Alice’s Field Vacation Home
|Total Above-ground living area||1294|
|Lower level living area||726|
The dimensions shown are for the house only (indicating the smallest area needed to build). They do not include the garage, porches, or decks, unless they are an integral part of the design.
|42 W x 28 D|
|Number of stalls|
Traditionally, the overall height of a house is determined by measuring from the top of the finished floor on the main level, to the highest peak of the roof.
Raising or lowering the height of the ceilings on one or more floors of a house is often a simple change that can be made by your builder. However, if you want to raise the ceiling of the main floor of a two-story home, there has to be room to add steps to the existing staircase.
We consider a room to be vaulted if the ceiling - whether flat, angled, or curved - is above 10 feet at its highest point. If you prefer that one or more rooms not be vaulted in your new home, this is a very simple change that your builder can make for you.
KEY TO SYMBOLS:
LR = Living Room/Great Room
DR = Dining Room
FAM = Family Room
FOY = Foyer
STU = Study/Library/Den
KIT = Kitchen
SUN = Sunroom
MBR = Master Bedroom
MB = Master Bath
LOF = Loft
OFF = Office/Guest Room
REC = Recreation/Game Room
ALL = Entire Level
The covered entry porch has a door on the right that opens to a small vestibule with a high window facing the front. The dining area is on your left as you enter the main living spaces. It’s wrapped with windows for great light and views in three directions, and a glazed door opens to a lovely screened porch.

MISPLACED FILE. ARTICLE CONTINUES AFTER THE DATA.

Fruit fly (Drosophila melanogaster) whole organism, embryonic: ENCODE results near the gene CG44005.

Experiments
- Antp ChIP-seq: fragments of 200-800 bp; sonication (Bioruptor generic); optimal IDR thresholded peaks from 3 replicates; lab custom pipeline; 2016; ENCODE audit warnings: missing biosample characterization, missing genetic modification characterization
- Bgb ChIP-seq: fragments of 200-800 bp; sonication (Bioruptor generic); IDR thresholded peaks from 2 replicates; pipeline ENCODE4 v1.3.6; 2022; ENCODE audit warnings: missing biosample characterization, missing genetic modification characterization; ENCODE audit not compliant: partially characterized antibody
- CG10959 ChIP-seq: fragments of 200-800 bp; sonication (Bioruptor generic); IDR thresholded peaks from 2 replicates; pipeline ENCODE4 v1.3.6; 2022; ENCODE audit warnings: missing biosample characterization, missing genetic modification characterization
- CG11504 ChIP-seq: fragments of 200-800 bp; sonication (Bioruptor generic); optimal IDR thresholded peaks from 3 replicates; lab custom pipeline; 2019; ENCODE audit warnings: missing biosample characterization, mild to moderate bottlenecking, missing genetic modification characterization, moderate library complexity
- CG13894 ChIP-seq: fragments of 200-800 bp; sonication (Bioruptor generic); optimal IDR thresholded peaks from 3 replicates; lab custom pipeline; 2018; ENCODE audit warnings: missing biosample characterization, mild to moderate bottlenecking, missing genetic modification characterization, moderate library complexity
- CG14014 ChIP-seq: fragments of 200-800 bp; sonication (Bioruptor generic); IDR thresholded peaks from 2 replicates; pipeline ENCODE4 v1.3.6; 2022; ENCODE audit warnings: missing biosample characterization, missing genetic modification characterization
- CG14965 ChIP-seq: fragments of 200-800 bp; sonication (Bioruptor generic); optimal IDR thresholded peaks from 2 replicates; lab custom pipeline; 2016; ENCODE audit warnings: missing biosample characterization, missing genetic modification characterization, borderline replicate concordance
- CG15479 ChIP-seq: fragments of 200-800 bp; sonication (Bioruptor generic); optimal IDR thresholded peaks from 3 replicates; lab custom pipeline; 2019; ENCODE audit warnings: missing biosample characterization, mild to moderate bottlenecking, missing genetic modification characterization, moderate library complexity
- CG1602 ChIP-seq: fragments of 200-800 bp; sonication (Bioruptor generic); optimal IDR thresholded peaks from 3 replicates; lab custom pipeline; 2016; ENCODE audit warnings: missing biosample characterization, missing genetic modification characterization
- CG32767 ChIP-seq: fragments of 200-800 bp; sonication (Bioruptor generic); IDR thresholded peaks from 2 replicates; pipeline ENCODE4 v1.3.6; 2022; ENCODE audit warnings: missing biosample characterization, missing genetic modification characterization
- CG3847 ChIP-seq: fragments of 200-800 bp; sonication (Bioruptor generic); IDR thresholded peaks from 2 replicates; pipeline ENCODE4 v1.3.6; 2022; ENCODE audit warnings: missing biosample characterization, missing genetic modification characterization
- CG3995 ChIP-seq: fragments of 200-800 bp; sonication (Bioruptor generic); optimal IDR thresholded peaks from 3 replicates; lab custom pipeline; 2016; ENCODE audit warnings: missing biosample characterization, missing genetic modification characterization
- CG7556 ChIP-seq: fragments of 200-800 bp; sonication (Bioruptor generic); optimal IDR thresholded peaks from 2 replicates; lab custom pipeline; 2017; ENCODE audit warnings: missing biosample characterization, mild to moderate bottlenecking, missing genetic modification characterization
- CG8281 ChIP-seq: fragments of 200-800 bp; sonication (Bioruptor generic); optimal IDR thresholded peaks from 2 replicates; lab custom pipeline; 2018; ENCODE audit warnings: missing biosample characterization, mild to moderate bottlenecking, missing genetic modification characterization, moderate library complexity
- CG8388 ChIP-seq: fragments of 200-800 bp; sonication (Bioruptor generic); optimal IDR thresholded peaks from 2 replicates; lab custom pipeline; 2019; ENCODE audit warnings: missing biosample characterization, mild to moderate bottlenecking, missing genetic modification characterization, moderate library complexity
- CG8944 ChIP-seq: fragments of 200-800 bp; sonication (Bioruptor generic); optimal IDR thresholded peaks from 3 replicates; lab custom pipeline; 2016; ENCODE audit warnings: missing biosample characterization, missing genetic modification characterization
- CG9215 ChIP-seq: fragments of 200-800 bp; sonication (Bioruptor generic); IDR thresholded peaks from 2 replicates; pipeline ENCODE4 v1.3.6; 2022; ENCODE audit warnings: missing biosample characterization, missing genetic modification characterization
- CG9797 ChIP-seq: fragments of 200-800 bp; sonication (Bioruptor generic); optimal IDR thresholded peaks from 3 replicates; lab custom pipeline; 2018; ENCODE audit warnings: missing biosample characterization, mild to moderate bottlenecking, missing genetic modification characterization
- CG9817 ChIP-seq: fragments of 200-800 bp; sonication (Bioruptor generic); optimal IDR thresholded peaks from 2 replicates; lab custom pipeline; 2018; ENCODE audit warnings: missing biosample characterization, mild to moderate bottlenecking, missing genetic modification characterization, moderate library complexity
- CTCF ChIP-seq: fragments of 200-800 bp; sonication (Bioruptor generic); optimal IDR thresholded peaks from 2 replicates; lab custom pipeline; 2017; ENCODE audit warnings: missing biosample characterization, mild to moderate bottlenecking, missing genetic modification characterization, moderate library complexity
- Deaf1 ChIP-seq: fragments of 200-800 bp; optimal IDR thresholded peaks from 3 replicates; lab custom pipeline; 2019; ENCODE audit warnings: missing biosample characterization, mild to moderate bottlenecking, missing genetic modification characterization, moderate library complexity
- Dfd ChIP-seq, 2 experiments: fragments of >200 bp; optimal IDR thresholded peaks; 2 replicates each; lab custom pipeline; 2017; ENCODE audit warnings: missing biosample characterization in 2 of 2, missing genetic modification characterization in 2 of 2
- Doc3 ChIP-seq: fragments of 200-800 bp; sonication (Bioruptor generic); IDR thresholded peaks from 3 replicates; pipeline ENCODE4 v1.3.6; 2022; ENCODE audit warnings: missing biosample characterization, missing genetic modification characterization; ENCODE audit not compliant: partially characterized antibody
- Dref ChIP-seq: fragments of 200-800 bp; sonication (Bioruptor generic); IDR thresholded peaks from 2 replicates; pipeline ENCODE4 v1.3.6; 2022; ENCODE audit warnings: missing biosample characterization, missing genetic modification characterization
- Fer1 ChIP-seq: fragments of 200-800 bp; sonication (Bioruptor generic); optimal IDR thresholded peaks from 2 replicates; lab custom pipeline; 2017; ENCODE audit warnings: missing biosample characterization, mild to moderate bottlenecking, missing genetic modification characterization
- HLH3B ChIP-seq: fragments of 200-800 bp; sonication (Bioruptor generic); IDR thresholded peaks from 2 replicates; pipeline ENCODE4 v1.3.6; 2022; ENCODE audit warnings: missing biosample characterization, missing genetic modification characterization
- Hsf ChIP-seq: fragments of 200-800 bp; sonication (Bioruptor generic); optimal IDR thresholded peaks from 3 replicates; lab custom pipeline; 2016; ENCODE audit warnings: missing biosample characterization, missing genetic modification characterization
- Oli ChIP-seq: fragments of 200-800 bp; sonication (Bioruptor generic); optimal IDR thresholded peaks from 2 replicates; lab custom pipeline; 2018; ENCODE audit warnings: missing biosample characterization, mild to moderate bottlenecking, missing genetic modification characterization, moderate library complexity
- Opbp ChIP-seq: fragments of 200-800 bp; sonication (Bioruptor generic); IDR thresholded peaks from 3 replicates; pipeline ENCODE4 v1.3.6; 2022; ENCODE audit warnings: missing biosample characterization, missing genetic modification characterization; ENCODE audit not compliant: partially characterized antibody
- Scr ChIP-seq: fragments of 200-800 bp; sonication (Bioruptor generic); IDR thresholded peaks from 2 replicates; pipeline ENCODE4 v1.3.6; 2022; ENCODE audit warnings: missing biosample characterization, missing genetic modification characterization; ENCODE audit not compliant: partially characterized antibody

As you move further into the house, there’s a living room on your left across from the kitchen. The living room juts out, and all three walls are filled with windows facing the screened porch, an open deck on the other side, and the back yard. Above the three windows facing the rear there are a trio of skylights, making this area even brighter and adding a sense of spaciousness.
The kitchen is also bright, thanks to a trio of large windows behind the sinks. A peninsula provides extra counter space on the inside, and a raised portion on the outer side for casual dining and/or serving. All of the living spaces can enjoy the heat from a centrally located wood burning stove, should you choose to have one.
Bedroom 2 is located just beyond the kitchen. A door on the right just before you get to the bedroom door opens to a closet large enough for a stacked washer and dryer, and across from it a door opens to the rear deck. The bedroom has a total of six windows for light, views and ventilation, and a pull–down stair outside the closet provides access to attic storage.
A small loft space at the top of the stairs is open to a large closet/dressing room with windows on two walls. A door in the loft space opens to the master bedroom and bath. Like the rest of the house, the master suite is filled with light and views. The ceilings are vaulted, with three skylights on one end of the bedroom positioned over windows and a pair of glazed doors that when open allow fresh air to fill the space, and high windows in the bath positioned above a trio of windows.
There are stairs on the main level near the entry that would access a basement level should you decide to add one, but if you choose not to this space could be used as a deep coat closet.
Due to licensing agreements, this home may not be built in Hancock County, Maine.
Front Elevation For Alice's Field
Rear Elevation For Alice's Field
Side 1 Elevation For Alice's Field
Side 2 Elevation For Alice's Field
This charming little house was featured in a book titled “More Small Houses”, and in three separate magazines – Fine Homebuilding, Yankee, and Maine Boats & Harbors. The architect and his wife designed this house for themselves, trying to create a cozy space that reminded them of the old wooden sailboat they spent so much time on. It features views in all four directions, and an upper level devoted to the couple's realm.